I have thoughts. Questions, really.
Let me say at the outset; I like Demi Lovato. I appreciate her honesty regarding her struggles, especially around her bulimia. That one is kept pretty quiet in the popular press: I’ve long thought it’s because vomit isn’t sexy the way emaciation is.
I keep up with the Demi Lovato stories because I feel a connection. We’re of a type. We have eating disorders, sexual abuse, drug addiction, and compulsive behaviours in common, though I’ve been at it longer. It makes me sad when young members join the club.
The world is pleased with Demi of late. They’re happy she survived, happy she’s sharing her truth and helping others, happy she’s healing. The last one’s a maybe: the world thought she was healing before.
I read Monica Sudakov’s review of Ms. Lovato’s Dancing with the Devil biopic. [i] I enjoyed her discussion about trauma and addiction: I was less pleased with the closing sentiments: “her life itself is [now] a testament to resilience, the capacity to heal from trauma and the power of healthy relationships to that healing journey.” [ii]
That seems like a lot of weight to put on someone’s shoulders. It also seems premature. Are we sure she’s recovered? Are we sure she’s “healed from trauma?” How do we know? Because she said so? I said it lots. That’s the problem with us “addict and eating disorder” types: not only do we lie like dogs, but we’re also good at it. Recovery is rarely “one and done.” But the weight of doing it in front of the world must make things so very much harder.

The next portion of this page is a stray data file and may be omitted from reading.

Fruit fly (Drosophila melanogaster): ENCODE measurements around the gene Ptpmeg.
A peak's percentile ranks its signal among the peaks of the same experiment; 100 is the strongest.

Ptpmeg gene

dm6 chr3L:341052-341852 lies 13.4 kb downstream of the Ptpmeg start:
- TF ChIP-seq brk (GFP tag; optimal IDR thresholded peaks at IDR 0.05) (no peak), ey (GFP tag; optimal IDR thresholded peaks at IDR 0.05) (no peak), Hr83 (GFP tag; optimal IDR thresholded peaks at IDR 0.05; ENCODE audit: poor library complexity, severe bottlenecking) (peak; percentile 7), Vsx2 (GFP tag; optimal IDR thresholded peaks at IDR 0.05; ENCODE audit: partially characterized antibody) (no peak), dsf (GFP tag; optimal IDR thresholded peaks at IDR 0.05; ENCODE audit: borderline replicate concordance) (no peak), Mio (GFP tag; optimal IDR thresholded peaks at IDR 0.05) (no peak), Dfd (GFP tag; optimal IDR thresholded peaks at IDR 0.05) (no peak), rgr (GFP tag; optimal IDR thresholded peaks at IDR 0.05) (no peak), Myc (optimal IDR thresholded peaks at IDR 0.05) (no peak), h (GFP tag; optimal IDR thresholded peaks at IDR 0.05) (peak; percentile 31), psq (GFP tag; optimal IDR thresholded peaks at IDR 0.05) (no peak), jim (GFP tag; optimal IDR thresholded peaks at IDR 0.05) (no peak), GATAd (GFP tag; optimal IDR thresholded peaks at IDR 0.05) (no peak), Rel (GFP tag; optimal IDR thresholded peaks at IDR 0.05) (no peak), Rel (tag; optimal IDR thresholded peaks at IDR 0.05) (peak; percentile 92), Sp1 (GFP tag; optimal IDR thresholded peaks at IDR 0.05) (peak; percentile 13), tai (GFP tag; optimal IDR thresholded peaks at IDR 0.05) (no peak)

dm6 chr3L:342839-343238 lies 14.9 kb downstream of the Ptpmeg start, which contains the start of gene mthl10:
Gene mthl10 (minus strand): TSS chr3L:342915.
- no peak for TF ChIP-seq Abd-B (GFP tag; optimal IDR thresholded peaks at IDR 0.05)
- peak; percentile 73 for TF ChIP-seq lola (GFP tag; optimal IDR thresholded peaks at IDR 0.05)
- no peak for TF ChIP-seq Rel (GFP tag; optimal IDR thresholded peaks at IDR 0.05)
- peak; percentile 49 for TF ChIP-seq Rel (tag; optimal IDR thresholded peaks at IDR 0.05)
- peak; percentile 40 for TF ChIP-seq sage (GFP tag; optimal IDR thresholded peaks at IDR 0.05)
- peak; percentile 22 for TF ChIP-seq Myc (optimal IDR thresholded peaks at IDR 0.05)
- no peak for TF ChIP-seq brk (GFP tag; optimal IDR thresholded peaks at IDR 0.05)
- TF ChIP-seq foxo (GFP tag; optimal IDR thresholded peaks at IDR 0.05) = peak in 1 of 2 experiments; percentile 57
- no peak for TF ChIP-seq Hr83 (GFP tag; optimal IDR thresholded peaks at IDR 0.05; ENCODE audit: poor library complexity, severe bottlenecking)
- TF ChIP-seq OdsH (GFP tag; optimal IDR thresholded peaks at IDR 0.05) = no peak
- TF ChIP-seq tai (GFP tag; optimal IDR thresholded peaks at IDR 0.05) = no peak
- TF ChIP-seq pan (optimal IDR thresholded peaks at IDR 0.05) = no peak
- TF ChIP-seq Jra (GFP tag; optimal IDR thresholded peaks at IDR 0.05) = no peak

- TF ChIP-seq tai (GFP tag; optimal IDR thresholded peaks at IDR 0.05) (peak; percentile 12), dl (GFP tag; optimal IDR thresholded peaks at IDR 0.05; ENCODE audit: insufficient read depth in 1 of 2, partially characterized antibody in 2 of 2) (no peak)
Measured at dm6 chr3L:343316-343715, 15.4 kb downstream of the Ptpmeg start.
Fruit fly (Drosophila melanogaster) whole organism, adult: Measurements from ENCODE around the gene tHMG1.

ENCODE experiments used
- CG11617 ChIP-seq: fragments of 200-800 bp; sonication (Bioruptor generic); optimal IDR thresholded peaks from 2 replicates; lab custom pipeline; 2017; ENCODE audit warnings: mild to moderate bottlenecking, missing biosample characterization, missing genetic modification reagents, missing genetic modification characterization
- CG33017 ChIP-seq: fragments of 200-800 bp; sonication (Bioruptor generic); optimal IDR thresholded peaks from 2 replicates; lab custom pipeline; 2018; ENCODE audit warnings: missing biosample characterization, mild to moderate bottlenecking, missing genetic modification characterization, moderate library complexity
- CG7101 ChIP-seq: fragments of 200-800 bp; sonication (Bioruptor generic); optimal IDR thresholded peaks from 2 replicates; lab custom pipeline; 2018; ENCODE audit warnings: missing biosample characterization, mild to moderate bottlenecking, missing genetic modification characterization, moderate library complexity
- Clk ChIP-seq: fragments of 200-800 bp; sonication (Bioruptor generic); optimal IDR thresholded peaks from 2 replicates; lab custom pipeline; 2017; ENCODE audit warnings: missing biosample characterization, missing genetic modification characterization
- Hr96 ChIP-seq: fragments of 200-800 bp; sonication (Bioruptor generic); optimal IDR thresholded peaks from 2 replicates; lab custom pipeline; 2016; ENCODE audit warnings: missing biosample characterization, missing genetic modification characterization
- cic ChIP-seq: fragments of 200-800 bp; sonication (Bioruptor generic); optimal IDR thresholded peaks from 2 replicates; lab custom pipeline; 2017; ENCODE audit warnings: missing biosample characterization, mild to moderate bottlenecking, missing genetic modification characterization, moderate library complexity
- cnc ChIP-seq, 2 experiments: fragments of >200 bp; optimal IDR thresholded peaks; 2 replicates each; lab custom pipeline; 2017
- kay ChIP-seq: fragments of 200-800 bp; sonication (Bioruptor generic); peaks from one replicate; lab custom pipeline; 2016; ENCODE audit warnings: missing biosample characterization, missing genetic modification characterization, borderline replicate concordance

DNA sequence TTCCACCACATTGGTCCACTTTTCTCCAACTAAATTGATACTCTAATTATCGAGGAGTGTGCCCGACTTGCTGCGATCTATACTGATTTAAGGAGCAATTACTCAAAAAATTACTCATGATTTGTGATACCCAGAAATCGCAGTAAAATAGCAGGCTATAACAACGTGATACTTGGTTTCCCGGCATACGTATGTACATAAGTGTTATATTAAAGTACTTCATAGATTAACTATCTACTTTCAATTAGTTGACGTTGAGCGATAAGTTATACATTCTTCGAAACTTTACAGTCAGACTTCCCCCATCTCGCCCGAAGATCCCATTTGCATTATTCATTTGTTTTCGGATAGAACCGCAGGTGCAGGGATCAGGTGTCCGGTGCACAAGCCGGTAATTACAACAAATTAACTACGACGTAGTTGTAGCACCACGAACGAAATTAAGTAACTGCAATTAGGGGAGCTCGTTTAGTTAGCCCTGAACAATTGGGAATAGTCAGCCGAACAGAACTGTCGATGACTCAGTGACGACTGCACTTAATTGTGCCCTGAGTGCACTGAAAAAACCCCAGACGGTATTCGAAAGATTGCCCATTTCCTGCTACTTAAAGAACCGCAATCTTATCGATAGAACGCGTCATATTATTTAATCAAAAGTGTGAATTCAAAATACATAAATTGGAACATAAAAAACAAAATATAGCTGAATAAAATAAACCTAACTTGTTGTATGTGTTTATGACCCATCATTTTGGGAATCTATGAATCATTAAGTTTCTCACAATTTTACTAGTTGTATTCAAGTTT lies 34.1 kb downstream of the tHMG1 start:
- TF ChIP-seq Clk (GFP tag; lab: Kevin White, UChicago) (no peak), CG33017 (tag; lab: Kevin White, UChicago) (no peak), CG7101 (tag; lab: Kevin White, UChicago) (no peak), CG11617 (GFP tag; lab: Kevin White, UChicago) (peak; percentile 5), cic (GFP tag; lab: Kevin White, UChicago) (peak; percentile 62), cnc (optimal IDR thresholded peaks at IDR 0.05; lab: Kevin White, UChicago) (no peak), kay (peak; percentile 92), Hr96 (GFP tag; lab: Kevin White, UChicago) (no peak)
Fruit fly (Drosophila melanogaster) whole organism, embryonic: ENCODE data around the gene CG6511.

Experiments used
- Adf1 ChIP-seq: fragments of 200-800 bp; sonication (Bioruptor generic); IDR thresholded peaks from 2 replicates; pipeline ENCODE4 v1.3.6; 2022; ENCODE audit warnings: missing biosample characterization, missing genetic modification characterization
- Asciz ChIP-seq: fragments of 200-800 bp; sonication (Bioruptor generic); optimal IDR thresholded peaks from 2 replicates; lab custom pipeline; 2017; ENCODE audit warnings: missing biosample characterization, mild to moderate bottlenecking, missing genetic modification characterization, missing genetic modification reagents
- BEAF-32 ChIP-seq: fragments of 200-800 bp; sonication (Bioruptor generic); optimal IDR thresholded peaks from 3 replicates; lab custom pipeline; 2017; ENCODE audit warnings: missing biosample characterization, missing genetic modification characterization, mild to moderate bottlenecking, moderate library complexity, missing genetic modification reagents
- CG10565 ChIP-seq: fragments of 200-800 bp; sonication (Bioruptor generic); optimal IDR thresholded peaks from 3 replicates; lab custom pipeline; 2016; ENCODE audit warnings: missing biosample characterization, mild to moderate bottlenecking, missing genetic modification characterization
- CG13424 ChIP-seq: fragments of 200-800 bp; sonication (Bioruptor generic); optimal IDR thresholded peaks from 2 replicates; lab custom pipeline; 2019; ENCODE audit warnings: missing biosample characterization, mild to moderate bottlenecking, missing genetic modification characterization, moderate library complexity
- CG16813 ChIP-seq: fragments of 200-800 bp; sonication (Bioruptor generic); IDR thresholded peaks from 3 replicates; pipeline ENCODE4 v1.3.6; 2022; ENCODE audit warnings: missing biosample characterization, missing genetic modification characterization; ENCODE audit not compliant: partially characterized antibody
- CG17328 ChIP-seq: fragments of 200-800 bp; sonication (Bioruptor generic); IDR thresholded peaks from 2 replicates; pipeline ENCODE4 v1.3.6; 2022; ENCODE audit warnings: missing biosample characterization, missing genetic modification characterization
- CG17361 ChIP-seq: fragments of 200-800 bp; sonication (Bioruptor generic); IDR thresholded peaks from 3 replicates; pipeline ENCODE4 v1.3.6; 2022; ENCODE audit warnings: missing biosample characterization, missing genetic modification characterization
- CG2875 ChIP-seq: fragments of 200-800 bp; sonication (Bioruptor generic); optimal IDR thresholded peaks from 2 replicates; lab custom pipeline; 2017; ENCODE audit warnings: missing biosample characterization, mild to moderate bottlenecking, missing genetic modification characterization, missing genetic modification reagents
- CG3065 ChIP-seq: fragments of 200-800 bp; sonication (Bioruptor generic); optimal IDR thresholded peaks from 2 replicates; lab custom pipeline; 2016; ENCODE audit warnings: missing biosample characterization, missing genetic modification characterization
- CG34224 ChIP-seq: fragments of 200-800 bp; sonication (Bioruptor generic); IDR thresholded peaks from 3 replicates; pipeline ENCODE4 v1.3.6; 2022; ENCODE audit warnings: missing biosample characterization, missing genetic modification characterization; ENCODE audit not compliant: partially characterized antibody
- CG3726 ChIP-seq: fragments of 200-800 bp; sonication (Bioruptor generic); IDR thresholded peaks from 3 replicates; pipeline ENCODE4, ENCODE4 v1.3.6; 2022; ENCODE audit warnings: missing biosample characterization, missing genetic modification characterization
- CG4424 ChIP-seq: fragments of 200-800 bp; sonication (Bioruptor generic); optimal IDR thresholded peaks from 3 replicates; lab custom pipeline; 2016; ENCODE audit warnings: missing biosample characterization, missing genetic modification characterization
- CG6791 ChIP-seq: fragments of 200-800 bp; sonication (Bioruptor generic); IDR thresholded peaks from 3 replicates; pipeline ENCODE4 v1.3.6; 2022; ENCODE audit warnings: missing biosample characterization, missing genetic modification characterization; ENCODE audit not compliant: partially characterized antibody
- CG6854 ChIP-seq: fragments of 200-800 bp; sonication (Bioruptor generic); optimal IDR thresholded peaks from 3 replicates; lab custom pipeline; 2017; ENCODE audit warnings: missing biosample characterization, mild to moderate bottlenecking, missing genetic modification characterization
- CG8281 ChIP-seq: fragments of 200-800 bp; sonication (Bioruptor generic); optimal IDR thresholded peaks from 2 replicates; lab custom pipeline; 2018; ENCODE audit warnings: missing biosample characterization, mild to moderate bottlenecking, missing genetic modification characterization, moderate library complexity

Fame seems to be very much the cursed blessing.
[ii] The whole quote is as follows: “It’s clear that Demi Lovato’s mission in so openly and honestly sharing her truth is intended to normalize and destigmatize mental health struggles. She has always been an advocate for mental health, but now her life itself is a testament to resilience, the capacity to heal from trauma and the power of healthy relationships to that healing journey.” I agree that her actions in sharing and normalizing mental illness are admirable, but I think what someone does to who they are can be problematic.